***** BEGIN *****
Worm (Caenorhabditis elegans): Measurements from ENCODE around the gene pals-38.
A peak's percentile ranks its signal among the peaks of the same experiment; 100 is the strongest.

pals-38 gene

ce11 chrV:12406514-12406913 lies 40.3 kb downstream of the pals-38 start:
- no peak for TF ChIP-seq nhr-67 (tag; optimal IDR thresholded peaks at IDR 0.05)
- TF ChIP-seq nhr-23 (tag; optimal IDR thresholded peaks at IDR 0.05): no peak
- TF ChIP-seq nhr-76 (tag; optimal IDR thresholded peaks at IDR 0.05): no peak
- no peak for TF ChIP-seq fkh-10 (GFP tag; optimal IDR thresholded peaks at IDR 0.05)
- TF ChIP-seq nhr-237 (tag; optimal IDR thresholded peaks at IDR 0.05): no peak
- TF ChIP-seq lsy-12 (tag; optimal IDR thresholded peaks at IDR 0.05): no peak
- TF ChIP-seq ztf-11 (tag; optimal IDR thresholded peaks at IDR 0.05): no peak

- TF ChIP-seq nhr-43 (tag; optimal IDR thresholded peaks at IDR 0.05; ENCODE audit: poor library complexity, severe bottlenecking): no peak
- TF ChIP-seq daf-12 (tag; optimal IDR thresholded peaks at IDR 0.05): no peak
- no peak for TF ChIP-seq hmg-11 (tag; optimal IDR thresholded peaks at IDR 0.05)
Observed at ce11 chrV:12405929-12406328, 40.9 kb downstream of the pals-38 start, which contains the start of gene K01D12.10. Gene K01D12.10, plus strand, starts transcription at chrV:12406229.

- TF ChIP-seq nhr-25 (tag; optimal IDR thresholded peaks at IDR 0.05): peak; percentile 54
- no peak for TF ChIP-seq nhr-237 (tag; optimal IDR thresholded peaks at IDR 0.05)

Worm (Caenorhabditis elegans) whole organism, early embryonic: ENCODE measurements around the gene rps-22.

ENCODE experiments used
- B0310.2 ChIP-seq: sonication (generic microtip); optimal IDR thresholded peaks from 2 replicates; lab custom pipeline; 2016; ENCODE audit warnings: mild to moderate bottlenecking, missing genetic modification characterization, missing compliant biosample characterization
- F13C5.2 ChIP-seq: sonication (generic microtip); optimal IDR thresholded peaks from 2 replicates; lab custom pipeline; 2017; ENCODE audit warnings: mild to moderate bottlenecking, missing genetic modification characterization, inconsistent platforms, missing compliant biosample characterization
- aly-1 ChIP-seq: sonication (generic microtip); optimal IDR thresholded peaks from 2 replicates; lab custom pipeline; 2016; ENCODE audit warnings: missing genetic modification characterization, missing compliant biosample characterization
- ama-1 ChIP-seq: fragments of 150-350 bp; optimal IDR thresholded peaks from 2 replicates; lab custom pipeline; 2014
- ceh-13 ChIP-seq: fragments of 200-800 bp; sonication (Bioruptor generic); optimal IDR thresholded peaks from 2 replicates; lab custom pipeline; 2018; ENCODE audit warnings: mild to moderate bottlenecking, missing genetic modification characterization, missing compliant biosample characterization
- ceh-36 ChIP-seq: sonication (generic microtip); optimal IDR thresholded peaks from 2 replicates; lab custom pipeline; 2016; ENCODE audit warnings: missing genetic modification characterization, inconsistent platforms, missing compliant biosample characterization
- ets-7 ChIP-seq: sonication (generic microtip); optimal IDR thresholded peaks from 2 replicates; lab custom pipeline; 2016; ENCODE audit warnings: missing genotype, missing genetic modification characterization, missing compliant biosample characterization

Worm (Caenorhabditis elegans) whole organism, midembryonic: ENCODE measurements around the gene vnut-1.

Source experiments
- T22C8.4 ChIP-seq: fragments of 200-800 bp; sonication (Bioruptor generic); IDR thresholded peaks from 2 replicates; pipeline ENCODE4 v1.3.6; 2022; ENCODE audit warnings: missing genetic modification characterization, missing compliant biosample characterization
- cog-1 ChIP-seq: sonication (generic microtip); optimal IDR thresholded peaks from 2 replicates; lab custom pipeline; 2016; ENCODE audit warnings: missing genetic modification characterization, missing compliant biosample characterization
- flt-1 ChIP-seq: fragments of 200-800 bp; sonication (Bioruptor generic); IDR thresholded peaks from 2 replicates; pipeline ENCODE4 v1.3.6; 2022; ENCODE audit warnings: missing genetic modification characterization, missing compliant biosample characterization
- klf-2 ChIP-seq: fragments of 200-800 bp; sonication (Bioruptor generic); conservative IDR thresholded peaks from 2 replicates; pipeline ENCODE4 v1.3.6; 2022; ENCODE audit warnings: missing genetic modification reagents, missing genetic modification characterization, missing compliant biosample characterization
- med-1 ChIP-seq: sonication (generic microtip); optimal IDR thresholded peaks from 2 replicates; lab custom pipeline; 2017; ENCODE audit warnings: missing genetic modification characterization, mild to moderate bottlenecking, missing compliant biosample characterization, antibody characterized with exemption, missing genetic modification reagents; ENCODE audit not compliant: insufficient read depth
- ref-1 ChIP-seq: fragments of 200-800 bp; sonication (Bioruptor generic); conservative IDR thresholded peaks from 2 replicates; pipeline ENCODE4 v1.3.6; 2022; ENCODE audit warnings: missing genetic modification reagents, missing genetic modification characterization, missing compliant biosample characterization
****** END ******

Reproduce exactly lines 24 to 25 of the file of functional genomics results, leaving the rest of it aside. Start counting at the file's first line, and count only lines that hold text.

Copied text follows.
- ceh-13 ChIP-seq: fragments of 200-800 bp; sonication (Bioruptor generic); optimal IDR thresholded peaks from 2 replicates; lab custom pipeline; 2018; ENCODE audit warnings: mild to moderate bottlenecking, missing genetic modification characterization, missing compliant biosample characterization
- ceh-36 ChIP-seq: sonication (generic microtip); optimal IDR thresholded peaks from 2 replicates; lab custom pipeline; 2016; ENCODE audit warnings: missing genetic modification characterization, inconsistent platforms, missing compliant biosample characterization